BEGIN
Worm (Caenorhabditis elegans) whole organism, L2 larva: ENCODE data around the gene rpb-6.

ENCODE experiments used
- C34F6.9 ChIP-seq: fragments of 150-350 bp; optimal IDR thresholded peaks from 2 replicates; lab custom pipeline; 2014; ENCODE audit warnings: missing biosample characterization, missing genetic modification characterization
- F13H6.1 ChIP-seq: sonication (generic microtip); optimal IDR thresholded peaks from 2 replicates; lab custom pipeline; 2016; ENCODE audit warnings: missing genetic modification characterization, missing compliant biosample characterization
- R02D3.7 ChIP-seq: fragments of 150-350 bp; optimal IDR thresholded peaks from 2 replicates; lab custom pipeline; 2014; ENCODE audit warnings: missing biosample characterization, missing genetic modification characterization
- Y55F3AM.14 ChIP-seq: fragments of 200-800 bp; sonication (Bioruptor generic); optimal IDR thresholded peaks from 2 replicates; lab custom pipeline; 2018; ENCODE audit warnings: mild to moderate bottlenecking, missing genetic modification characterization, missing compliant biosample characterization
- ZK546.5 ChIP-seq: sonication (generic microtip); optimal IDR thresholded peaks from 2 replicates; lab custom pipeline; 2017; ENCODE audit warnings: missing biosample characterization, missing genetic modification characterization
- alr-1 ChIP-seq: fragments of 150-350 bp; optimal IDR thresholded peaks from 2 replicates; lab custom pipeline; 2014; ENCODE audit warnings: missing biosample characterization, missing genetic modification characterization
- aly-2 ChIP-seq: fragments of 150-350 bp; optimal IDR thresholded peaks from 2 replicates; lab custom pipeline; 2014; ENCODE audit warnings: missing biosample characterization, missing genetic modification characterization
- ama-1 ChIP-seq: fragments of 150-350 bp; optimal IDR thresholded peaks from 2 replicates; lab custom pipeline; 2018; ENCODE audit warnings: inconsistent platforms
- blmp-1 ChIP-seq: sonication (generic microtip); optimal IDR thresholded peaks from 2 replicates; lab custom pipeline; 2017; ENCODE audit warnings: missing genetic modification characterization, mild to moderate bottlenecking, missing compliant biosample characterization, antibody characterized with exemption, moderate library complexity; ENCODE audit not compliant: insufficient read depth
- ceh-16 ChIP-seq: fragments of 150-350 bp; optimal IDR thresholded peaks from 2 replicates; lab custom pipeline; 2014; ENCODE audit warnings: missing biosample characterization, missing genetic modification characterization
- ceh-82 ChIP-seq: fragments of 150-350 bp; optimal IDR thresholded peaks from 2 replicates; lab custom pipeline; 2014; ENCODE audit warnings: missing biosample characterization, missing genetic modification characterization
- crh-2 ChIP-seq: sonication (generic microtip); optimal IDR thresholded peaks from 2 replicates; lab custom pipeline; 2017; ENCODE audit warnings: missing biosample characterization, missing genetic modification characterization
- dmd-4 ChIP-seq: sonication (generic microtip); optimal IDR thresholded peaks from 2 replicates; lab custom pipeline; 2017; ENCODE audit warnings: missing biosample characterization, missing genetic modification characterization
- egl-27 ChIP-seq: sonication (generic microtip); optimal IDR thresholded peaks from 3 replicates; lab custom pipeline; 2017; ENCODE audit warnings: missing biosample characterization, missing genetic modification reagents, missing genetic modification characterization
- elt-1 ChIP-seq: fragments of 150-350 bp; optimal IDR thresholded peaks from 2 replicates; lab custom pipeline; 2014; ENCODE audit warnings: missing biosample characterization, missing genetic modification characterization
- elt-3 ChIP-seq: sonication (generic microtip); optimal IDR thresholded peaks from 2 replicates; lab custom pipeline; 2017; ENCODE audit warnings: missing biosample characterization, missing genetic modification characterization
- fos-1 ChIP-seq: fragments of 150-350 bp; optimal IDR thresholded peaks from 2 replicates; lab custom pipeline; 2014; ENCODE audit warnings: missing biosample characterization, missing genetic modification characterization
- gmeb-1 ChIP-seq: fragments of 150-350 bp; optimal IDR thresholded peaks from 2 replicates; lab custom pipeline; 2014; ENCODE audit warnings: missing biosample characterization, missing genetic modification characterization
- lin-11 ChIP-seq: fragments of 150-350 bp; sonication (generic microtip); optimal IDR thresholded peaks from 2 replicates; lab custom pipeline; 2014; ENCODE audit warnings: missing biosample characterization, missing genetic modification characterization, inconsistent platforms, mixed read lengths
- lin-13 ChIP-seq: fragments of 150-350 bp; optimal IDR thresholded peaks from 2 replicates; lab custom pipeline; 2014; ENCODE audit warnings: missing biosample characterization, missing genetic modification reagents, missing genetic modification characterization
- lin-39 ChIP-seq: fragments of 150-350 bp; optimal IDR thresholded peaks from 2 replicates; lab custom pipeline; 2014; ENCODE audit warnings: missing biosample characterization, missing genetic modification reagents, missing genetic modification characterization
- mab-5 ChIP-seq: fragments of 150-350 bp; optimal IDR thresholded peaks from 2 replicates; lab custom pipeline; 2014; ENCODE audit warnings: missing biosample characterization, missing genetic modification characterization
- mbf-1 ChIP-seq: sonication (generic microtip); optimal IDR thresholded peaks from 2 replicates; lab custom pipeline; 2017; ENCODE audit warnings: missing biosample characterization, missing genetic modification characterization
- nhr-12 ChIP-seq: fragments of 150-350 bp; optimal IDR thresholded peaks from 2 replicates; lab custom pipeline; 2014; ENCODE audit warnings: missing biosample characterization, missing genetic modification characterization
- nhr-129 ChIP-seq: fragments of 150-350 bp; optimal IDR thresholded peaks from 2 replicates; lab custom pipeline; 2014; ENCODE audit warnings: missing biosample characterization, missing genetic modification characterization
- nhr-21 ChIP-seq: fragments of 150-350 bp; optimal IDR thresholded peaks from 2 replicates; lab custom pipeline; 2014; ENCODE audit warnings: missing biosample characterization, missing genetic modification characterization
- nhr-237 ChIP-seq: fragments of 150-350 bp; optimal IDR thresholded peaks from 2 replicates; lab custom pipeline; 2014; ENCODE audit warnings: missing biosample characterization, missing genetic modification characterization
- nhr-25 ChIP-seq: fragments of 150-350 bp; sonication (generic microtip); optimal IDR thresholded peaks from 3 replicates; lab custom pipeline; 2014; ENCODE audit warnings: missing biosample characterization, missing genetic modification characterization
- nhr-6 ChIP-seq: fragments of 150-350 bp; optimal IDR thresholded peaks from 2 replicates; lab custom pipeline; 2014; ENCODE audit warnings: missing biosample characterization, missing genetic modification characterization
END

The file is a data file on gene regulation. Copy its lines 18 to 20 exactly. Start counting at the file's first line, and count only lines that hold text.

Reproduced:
- elt-3 ChIP-seq: sonication (generic microtip); optimal IDR thresholded peaks from 2 replicates; lab custom pipeline; 2017; ENCODE audit warnings: missing biosample characterization, missing genetic modification characterization
- fos-1 ChIP-seq: fragments of 150-350 bp; optimal IDR thresholded peaks from 2 replicates; lab custom pipeline; 2014; ENCODE audit warnings: missing biosample characterization, missing genetic modification characterization
- gmeb-1 ChIP-seq: fragments of 150-350 bp; optimal IDR thresholded peaks from 2 replicates; lab custom pipeline; 2014; ENCODE audit warnings: missing biosample characterization, missing genetic modification characterization